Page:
Did CNN unfairly edit Paul video?

Since we posted the Mediate clip showing the broadcast version of the Gloria Borger/Ron Paul interview, in which it seemed that Paul walked away after being asked about his newsletters from the 1980s and 1990s, it’s fair to look at the full, unedited version to determine whether CNN fairly characterized Paul’s actions. The entire interview lasts about eight and a half minutes, and as can be seen in the YouTube from Ron Paul’s campaign, Paul spoke more about the newsletters than CNN first showed, as my friend John Ziegler guessed when he first saw the clip:

The commentary overlay from the Paul campaign notes in the upper left hand corner the portions that CNN didn’t air, including a large part in the beginning about the payroll-tax holiday. For the most part, this is a silly gripe; most news organizations boil down interviews with politicians to the most interesting or news-making portions, and anyone who doesn’t know that before getting into a taped interview is either naive or willfully obtuse. Sticking a “LIAR!” label over Borger at one point seems rather immature for a presidential campaign, too, especially since, er, she wasn’t lying about the newsletters claiming that the Mossad may have had a hand in the 1993 WTC bombing.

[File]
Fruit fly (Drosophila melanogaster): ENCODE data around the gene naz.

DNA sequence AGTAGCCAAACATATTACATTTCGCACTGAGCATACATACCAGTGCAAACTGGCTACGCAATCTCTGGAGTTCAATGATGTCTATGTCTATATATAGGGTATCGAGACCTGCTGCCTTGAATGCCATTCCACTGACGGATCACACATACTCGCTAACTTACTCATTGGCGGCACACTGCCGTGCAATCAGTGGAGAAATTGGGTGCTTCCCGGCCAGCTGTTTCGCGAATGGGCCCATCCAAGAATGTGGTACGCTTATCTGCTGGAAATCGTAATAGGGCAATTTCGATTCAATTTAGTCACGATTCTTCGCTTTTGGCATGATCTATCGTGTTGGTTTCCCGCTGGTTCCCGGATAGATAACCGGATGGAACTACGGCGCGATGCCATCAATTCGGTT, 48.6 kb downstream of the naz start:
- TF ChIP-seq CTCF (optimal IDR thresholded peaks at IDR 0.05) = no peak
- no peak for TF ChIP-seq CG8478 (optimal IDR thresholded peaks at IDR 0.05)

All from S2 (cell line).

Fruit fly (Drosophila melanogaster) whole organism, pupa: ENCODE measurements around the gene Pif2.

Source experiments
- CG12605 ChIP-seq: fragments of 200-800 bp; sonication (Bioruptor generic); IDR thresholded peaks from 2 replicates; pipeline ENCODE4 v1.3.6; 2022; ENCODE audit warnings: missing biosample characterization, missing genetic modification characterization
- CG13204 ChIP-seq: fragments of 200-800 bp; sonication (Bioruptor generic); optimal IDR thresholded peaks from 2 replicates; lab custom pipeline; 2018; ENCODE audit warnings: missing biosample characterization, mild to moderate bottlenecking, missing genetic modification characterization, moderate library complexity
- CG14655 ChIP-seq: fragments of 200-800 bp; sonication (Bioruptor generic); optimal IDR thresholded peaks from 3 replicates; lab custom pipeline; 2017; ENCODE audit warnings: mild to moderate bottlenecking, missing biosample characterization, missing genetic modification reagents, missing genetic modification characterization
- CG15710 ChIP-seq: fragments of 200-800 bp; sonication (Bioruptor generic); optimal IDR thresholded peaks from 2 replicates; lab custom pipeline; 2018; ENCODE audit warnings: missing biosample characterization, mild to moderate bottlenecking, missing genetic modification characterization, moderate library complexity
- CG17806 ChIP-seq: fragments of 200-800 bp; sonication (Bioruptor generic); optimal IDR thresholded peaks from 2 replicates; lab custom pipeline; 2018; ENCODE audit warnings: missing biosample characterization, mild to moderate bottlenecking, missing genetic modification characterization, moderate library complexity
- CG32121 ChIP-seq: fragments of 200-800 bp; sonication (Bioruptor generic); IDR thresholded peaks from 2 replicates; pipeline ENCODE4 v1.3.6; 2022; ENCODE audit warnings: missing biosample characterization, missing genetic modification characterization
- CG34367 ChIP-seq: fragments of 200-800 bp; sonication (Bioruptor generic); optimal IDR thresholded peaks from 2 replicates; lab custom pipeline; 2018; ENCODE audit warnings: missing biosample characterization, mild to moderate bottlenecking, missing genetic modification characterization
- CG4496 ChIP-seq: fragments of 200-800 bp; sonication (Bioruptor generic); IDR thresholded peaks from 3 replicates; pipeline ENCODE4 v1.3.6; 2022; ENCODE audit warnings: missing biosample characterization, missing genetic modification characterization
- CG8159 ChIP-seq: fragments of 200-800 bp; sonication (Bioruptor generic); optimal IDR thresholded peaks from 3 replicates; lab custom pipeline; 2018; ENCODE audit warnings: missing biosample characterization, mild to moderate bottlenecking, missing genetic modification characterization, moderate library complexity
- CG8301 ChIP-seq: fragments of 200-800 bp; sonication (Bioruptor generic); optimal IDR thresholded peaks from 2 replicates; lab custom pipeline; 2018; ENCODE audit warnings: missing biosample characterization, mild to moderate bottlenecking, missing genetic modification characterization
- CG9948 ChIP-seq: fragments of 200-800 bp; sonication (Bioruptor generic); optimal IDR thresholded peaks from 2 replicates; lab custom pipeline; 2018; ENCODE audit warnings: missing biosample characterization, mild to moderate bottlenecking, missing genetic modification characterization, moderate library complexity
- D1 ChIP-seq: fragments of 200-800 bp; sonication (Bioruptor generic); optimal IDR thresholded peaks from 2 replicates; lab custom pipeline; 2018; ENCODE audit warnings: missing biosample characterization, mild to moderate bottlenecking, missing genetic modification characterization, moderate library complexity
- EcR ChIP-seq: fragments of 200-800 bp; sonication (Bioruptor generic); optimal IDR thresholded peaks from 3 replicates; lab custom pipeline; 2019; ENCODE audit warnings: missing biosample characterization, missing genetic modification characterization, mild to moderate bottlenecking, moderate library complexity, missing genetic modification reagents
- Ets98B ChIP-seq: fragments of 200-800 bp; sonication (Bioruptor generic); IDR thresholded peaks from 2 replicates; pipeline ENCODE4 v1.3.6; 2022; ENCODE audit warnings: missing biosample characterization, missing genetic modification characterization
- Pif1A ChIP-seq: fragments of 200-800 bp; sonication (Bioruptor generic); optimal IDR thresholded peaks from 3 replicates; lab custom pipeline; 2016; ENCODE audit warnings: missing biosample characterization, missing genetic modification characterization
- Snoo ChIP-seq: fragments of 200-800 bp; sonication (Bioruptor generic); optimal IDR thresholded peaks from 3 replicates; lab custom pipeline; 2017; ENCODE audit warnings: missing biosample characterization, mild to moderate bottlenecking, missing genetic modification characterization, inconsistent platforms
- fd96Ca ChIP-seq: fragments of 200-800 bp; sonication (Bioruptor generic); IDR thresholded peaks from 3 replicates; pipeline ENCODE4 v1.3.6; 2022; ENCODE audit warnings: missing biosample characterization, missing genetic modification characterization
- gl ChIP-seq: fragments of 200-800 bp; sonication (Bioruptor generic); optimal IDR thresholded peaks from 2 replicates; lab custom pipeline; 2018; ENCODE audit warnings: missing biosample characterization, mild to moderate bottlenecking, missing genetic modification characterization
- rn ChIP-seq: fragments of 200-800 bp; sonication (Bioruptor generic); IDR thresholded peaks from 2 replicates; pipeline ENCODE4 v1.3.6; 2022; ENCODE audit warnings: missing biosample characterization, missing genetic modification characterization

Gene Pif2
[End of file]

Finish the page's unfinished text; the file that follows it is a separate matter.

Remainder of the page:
However, the campaign has a point when it comes to Paul’s answers on the newsletters, given the context of CNN’s claim that Paul walked away after getting just a couple of questions about the newsletters.  That portion of the interview went on for quite a bit longer than CNN implied.  Paul spoke with Borger for two and a half minutes about the newsletters, about 30% of the entire interview.  He still takes off the microphone, and still tells Borger that the only reason the newsletters are incendiary are “because of people like you,” but it’s clear that Paul didn’t just take off the microphone as soon as Borger asked a follow-up question.

I’d say that Paul’s supporters have a legitimate gripe with CNN, but that it still appears Paul still walked off before the interview was concluded, even if it looked like Borger was running out of gas.  Whether or not it was appropriate for Paul to end the interview will probably depend on your view of the newsletter controversy and whether one thinks Paul actually addressed it honestly and fully in those two and a half minutes.